The Effects of Unemployment Benefits on Unemployment and Labor Force Participation: Evidence from 35 Years of Benefits Extensions

41 Pages Posted: 19 Aug 2015

See all articles by Andrew Figura

Andrew Figura

Board of Governors of the Federal Reserve System - Macroeconomic Analysis Section

Regis Barnichon

Universitat Pompeu Fabra - Centre de Recerca en Economia Internacional (CREI); Centre for Economic Policy Research (CEPR)

Multiple version iconThere are 2 versions of this paper

Date Written: August 20, 2014

Abstract

This paper presents estimates of the effect of emergency and extended unemployment benefits (EEB) on the unemployment rate and the labor force participation rate using a data set containing information on individuals likely eligible and ineligible for EEB back to the late 1970s. To identify these estimates, we examine how exit rates from unemployment change across different points of the distribution of unemployment duration when EEB is and is not available, controlling for changes in labor demand and demographic characteristics. We find that EEB increased the unemployment rate by about one-third percentage point in the most recent recession but did not affect the participation rate. In previous recessions, the effect of EEB on the unemployment rate was even smaller.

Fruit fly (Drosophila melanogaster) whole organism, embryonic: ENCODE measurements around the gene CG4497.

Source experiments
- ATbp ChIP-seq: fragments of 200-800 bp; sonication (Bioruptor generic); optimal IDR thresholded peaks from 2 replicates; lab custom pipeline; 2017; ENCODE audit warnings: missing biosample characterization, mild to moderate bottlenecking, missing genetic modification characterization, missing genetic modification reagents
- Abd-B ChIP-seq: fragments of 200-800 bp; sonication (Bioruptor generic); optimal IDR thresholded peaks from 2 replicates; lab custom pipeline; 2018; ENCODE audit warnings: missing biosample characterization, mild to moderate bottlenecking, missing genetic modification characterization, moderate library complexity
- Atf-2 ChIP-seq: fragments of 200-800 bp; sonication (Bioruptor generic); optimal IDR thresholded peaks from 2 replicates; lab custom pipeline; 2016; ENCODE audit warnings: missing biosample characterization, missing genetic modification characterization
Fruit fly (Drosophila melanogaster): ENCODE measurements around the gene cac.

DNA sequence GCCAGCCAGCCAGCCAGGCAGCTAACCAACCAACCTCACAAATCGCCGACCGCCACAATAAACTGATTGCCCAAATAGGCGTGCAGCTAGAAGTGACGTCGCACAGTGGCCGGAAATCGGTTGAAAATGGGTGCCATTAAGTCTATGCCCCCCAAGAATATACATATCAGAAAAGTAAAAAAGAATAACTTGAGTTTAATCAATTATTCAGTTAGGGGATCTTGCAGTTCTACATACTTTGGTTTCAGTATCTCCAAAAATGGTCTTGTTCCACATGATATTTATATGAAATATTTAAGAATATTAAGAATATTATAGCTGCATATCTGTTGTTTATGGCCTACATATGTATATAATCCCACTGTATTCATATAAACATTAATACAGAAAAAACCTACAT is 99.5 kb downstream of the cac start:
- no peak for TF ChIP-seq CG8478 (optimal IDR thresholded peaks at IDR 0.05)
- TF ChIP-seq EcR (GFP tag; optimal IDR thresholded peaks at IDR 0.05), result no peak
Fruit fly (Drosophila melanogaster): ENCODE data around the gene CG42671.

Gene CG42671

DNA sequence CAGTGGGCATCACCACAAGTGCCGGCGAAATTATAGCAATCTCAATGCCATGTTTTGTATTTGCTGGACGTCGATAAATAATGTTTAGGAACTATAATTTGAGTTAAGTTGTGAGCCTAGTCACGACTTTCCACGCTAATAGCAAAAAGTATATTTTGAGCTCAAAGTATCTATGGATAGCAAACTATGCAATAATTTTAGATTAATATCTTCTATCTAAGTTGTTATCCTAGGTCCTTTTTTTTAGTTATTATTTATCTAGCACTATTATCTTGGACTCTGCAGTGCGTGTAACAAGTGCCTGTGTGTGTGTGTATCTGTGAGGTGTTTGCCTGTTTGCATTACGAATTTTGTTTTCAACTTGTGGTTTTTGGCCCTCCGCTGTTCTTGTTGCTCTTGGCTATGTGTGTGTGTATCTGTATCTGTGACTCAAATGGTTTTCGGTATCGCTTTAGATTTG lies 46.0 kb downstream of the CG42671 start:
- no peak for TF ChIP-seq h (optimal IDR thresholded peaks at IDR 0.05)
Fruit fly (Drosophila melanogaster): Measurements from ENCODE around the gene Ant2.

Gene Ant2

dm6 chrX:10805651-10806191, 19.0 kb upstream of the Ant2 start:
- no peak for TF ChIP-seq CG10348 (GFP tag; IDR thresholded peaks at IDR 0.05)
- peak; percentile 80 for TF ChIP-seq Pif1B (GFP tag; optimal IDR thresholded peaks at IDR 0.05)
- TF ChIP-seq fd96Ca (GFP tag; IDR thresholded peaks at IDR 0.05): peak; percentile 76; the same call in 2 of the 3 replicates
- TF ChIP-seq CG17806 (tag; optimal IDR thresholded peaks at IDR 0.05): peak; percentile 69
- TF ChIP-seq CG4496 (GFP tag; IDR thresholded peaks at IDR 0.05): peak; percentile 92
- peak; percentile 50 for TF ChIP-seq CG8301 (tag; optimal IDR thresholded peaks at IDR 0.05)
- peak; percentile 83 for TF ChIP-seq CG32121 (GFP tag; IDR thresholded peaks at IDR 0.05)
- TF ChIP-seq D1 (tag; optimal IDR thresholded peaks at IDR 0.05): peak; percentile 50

Keywords: Unemployment benefits extensions, unemployment rate, labor force participation rate

JEL Classification: J6, E24

Suggested Citation

Figura, Andrew and Barnichon, Regis, The Effects of Unemployment Benefits on Unemployment and Labor Force Participation: Evidence from 35 Years of Benefits Extensions (August 20, 2014). FEDS Working Paper No. 2014-65, Available at SSRN: https://ssrn.com/abstract=2498039 or http://dx.doi.org/10.2139/ssrn.2498039

Andrew Figura (Contact Author)

Board of Governors of the Federal Reserve System - Macroeconomic Analysis Section ( email )

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Regis Barnichon

Universitat Pompeu Fabra - Centre de Recerca en Economia Internacional (CREI) ( email )

Ramon Trias Fargas, 25-27
Barcelona, 08005
Spain

Centre for Economic Policy Research (CEPR) ( email )

London
United Kingdom

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